I admired Michael Gove’s courage to oversee the first fall in GCSE and A level pass rates for two generations. I remember being in a Local Authority Headteachers’ meeting in 2009, when Ed Balls, then Secretary of State for Children, Schools and Families, had declared that on the twenty-odd KPIs he had defined for schools to measure our performance, we were not allowed to set targets for next year which were lower than the previous year’s targets. I exploded, to the discomfort of all present, exclaiming, We don’t work with wood and steel, we work with human beings! When did we start living in a Stalinist state?!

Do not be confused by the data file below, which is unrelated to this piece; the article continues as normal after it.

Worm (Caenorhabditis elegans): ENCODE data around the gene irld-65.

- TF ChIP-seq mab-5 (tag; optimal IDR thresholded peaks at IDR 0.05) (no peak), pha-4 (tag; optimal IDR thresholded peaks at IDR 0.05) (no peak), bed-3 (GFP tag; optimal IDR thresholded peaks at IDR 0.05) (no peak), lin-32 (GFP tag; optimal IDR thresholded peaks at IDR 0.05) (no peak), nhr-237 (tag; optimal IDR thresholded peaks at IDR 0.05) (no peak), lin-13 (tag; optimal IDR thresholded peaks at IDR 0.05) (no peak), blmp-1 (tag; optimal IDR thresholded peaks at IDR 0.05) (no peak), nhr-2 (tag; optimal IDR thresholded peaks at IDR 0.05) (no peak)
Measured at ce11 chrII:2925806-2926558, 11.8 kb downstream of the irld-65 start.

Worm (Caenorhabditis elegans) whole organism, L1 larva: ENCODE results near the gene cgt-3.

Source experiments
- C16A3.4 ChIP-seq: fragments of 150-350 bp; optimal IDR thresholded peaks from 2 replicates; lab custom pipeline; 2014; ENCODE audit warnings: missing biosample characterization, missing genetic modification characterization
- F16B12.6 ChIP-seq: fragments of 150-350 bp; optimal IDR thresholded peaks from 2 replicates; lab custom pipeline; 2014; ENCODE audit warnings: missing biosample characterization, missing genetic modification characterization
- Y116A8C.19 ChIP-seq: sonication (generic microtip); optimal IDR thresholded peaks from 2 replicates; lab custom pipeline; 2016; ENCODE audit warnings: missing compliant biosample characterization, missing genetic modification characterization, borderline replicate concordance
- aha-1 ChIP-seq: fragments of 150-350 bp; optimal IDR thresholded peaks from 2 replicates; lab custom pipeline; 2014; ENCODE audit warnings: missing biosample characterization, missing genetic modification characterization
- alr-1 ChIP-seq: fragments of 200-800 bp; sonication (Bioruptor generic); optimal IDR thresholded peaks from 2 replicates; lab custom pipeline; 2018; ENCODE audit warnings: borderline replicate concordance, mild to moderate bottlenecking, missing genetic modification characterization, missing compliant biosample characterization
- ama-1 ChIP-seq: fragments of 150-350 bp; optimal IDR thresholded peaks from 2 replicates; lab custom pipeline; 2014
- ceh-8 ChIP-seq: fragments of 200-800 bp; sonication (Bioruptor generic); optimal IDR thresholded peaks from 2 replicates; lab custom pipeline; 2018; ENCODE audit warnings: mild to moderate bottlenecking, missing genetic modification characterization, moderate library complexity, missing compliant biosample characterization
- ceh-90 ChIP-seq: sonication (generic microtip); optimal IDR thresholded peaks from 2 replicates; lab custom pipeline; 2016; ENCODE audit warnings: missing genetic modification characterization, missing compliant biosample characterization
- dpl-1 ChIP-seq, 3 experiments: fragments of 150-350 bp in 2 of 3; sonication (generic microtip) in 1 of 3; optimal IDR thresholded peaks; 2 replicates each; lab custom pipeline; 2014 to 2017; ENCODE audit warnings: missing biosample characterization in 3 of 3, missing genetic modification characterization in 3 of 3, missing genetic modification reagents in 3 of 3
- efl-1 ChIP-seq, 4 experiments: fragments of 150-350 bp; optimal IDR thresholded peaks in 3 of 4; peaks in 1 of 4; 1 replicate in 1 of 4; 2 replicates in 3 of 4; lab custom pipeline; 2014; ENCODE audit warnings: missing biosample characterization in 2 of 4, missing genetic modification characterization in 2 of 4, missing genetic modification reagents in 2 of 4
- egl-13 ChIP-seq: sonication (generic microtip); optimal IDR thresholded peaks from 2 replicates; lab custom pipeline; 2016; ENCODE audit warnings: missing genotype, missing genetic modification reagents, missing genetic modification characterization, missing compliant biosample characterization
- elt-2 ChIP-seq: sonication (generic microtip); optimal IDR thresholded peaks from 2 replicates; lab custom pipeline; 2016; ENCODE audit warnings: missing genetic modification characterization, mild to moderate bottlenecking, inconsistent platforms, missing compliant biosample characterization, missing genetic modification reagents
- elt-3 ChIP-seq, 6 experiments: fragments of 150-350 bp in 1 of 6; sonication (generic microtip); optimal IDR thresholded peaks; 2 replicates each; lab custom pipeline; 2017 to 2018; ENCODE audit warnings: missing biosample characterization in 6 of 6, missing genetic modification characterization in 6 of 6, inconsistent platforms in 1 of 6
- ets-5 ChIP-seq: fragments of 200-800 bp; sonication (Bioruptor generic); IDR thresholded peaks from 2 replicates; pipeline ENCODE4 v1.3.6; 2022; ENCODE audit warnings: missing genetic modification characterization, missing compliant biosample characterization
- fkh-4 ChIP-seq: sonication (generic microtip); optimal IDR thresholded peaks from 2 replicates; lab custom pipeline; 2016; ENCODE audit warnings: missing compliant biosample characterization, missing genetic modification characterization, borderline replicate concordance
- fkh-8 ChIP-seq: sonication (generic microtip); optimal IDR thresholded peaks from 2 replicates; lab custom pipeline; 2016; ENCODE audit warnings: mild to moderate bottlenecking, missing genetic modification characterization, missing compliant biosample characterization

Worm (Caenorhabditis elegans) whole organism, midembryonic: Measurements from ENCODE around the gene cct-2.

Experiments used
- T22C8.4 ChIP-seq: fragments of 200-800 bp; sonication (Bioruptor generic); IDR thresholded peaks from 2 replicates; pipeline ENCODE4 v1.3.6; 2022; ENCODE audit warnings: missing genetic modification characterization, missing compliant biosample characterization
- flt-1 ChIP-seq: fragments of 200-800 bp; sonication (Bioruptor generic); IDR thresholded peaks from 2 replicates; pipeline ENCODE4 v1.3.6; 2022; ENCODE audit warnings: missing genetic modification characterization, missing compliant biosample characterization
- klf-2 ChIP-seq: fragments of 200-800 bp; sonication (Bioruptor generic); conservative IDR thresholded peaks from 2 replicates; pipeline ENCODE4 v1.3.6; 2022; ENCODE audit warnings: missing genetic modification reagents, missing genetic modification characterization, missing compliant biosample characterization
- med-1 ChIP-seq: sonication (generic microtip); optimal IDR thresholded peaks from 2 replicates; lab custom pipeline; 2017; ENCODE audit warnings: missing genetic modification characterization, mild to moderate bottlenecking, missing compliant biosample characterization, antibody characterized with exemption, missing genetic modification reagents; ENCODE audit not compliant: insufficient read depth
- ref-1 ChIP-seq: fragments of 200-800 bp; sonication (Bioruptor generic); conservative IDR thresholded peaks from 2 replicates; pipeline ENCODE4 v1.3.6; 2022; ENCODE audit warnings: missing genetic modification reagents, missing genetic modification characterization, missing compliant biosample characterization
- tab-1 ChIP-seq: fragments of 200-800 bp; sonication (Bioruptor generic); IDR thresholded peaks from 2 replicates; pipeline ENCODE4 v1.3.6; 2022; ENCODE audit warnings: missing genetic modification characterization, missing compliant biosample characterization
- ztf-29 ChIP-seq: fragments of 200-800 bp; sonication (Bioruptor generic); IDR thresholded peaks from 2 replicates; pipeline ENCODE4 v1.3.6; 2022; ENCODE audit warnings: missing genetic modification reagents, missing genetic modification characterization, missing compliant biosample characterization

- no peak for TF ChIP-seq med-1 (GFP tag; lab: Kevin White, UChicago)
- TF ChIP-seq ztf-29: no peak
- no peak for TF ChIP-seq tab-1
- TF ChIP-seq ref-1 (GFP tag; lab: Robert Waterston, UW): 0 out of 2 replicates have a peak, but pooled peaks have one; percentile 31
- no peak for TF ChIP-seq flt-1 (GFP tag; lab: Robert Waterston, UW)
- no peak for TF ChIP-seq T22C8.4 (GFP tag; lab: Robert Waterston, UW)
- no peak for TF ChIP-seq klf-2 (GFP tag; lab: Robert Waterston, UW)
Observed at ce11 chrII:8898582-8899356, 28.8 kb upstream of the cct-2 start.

Whenever I have met Michael Gove, he has been politeness itself. The thing is, I’ve never been convinced of his sincerity or that he ever really listened to anything I, or my colleagues, have said. And I’m probably in the minority when I say I have never been entirely convinced that his championing of the deprived children of this land is wholly authentic. Remember, for the last four years he has been an influential minister in a government which was criticised recently by the Social Mobility and Child Poverty Commission in a report which concluded that, The statutory goal of ending child poverty by 2020 will in all likelihood be missed by a considerable margin, perhaps by as many as 2 million children. Furthermore, as Vic Goddard wrote, His dismissal of vocational qualifications was also extremely damaging to young people: I absolutely deplore his message that it’s better to be a doctor than a plumber and that you’re only valuable if you go to university. Sometimes he speaks as though he has no real sense of what faces the poorest families in our country today.